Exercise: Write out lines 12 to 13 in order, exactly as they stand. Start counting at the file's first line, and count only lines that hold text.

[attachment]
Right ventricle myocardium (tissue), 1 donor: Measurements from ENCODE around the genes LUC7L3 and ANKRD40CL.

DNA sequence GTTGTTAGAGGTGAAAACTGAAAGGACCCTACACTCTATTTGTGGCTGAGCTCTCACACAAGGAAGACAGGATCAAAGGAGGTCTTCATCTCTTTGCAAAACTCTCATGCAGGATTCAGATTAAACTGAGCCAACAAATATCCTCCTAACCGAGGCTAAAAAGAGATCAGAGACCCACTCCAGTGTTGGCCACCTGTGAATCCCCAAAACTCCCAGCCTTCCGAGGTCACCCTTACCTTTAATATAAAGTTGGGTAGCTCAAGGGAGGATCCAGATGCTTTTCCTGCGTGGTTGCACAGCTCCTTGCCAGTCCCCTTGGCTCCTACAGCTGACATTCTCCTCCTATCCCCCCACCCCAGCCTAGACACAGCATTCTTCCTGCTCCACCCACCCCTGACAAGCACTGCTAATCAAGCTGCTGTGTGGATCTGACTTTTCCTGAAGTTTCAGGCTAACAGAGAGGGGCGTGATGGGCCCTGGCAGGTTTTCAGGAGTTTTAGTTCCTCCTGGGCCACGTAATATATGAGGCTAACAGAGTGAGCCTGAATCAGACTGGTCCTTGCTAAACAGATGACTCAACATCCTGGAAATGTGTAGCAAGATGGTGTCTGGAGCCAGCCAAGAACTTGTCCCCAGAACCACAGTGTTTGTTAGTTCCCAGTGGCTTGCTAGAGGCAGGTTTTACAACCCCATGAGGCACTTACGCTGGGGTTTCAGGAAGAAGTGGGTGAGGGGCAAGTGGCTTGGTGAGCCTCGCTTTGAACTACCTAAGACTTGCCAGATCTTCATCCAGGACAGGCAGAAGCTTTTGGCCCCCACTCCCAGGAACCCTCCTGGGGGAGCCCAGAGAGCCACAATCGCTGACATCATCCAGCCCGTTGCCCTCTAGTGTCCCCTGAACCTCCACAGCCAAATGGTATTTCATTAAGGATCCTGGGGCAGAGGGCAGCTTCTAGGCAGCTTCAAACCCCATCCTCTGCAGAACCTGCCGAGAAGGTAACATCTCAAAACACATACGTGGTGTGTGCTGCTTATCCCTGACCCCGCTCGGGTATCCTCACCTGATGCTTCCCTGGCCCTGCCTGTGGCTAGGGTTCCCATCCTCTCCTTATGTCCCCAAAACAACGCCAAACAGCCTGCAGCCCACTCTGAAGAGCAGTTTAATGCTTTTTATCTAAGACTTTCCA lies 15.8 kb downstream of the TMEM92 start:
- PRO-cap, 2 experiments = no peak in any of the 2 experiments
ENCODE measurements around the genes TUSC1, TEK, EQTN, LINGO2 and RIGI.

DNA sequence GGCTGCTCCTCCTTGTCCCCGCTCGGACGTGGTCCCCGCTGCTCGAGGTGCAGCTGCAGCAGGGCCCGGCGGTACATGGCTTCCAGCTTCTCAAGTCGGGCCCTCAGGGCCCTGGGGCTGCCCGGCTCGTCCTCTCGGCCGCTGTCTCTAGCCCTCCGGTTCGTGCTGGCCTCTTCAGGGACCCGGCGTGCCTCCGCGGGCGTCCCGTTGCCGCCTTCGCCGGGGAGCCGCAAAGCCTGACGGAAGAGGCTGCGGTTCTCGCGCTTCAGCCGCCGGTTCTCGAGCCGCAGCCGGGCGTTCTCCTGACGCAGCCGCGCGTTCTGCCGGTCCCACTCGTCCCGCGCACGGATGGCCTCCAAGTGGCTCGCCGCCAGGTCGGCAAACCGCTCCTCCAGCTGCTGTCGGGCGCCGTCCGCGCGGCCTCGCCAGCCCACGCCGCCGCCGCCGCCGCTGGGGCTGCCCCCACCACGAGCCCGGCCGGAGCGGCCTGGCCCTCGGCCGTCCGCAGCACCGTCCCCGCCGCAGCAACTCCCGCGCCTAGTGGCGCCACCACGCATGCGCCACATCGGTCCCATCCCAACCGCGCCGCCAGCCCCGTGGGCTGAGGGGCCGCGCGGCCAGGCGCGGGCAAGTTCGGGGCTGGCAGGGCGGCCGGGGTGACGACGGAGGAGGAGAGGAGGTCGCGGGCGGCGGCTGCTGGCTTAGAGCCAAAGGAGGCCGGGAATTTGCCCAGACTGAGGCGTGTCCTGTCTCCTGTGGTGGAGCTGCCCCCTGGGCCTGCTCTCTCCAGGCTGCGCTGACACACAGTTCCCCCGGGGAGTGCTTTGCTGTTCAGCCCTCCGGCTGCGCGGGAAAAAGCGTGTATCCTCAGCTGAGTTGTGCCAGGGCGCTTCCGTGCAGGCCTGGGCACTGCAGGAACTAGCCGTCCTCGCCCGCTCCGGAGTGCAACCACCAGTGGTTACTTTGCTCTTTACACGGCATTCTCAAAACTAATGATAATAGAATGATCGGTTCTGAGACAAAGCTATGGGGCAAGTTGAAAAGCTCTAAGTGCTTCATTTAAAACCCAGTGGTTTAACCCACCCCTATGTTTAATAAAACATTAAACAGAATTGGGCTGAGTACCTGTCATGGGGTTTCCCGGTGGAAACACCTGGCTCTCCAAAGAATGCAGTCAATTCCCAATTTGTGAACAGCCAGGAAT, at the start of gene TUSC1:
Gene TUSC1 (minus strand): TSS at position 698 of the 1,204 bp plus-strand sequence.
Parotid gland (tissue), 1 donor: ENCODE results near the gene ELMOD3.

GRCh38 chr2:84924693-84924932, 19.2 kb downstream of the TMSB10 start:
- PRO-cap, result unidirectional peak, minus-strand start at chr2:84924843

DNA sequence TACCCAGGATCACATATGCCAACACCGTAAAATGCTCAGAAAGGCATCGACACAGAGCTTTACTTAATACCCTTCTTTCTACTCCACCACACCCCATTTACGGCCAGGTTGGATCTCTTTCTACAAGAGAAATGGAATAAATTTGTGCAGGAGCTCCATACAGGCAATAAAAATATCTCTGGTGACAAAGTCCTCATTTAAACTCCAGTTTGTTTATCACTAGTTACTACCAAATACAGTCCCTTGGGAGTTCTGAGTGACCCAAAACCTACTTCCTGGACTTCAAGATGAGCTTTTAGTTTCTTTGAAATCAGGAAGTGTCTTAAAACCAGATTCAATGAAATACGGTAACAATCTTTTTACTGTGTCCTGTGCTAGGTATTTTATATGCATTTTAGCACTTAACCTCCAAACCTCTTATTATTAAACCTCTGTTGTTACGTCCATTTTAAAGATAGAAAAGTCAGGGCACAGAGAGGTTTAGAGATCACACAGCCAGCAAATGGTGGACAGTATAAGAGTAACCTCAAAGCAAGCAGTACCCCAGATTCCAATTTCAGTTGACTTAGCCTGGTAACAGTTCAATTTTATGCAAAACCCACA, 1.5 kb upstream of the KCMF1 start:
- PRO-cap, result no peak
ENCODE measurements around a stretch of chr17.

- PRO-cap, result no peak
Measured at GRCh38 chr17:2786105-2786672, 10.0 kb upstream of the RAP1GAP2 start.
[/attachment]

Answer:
ENCODE measurements around a stretch of chr17.

- PRO-cap, result no peak